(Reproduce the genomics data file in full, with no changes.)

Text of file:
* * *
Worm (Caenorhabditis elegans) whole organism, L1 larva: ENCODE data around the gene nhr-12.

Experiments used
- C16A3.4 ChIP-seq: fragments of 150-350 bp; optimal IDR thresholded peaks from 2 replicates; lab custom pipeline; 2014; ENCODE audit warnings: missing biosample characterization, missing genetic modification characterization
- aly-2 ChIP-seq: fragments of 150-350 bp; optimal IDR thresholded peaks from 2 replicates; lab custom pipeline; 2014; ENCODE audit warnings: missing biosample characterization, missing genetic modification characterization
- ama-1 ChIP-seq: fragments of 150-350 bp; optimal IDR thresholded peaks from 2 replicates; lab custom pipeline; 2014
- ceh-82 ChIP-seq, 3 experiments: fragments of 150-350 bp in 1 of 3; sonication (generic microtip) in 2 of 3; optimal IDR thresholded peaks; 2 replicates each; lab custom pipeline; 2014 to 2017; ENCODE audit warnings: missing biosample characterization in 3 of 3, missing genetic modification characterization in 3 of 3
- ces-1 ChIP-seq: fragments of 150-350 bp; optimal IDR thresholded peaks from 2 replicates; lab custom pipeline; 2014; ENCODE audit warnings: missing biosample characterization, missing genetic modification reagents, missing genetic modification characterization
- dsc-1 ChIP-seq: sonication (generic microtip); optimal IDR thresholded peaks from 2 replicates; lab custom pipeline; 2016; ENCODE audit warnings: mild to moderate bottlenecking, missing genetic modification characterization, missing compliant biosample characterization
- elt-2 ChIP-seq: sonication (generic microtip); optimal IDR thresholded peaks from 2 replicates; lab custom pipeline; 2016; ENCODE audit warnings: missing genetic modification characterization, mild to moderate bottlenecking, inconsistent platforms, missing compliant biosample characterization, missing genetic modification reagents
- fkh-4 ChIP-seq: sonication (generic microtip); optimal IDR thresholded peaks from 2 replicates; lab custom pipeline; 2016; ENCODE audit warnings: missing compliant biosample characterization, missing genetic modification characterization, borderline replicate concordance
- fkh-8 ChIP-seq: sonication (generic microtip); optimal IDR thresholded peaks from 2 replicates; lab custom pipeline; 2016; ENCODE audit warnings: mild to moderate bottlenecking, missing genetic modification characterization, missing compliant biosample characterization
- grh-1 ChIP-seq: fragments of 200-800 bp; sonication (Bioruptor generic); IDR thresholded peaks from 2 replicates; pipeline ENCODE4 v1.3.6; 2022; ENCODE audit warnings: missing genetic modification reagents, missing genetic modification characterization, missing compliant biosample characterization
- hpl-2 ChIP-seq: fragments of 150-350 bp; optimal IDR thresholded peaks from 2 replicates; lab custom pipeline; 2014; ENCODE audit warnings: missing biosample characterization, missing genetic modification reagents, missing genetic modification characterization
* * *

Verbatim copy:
Worm (Caenorhabditis elegans) whole organism, L1 larva: ENCODE data around the gene nhr-12.

Experiments used
- C16A3.4 ChIP-seq: fragments of 150-350 bp; optimal IDR thresholded peaks from 2 replicates; lab custom pipeline; 2014; ENCODE audit warnings: missing biosample characterization, missing genetic modification characterization
- aly-2 ChIP-seq: fragments of 150-350 bp; optimal IDR thresholded peaks from 2 replicates; lab custom pipeline; 2014; ENCODE audit warnings: missing biosample characterization, missing genetic modification characterization
- ama-1 ChIP-seq: fragments of 150-350 bp; optimal IDR thresholded peaks from 2 replicates; lab custom pipeline; 2014
- ceh-82 ChIP-seq, 3 experiments: fragments of 150-350 bp in 1 of 3; sonication (generic microtip) in 2 of 3; optimal IDR thresholded peaks; 2 replicates each; lab custom pipeline; 2014 to 2017; ENCODE audit warnings: missing biosample characterization in 3 of 3, missing genetic modification characterization in 3 of 3
- ces-1 ChIP-seq: fragments of 150-350 bp; optimal IDR thresholded peaks from 2 replicates; lab custom pipeline; 2014; ENCODE audit warnings: missing biosample characterization, missing genetic modification reagents, missing genetic modification characterization
- dsc-1 ChIP-seq: sonication (generic microtip); optimal IDR thresholded peaks from 2 replicates; lab custom pipeline; 2016; ENCODE audit warnings: mild to moderate bottlenecking, missing genetic modification characterization, missing compliant biosample characterization
- elt-2 ChIP-seq: sonication (generic microtip); optimal IDR thresholded peaks from 2 replicates; lab custom pipeline; 2016; ENCODE audit warnings: missing genetic modification characterization, mild to moderate bottlenecking, inconsistent platforms, missing compliant biosample characterization, missing genetic modification reagents
- fkh-4 ChIP-seq: sonication (generic microtip); optimal IDR thresholded peaks from 2 replicates; lab custom pipeline; 2016; ENCODE audit warnings: missing compliant biosample characterization, missing genetic modification characterization, borderline replicate concordance
- fkh-8 ChIP-seq: sonication (generic microtip); optimal IDR thresholded peaks from 2 replicates; lab custom pipeline; 2016; ENCODE audit warnings: mild to moderate bottlenecking, missing genetic modification characterization, missing compliant biosample characterization
- grh-1 ChIP-seq: fragments of 200-800 bp; sonication (Bioruptor generic); IDR thresholded peaks from 2 replicates; pipeline ENCODE4 v1.3.6; 2022; ENCODE audit warnings: missing genetic modification reagents, missing genetic modification characterization, missing compliant biosample characterization
- hpl-2 ChIP-seq: fragments of 150-350 bp; optimal IDR thresholded peaks from 2 replicates; lab custom pipeline; 2014; ENCODE audit warnings: missing biosample characterization, missing genetic modification reagents, missing genetic modification characterization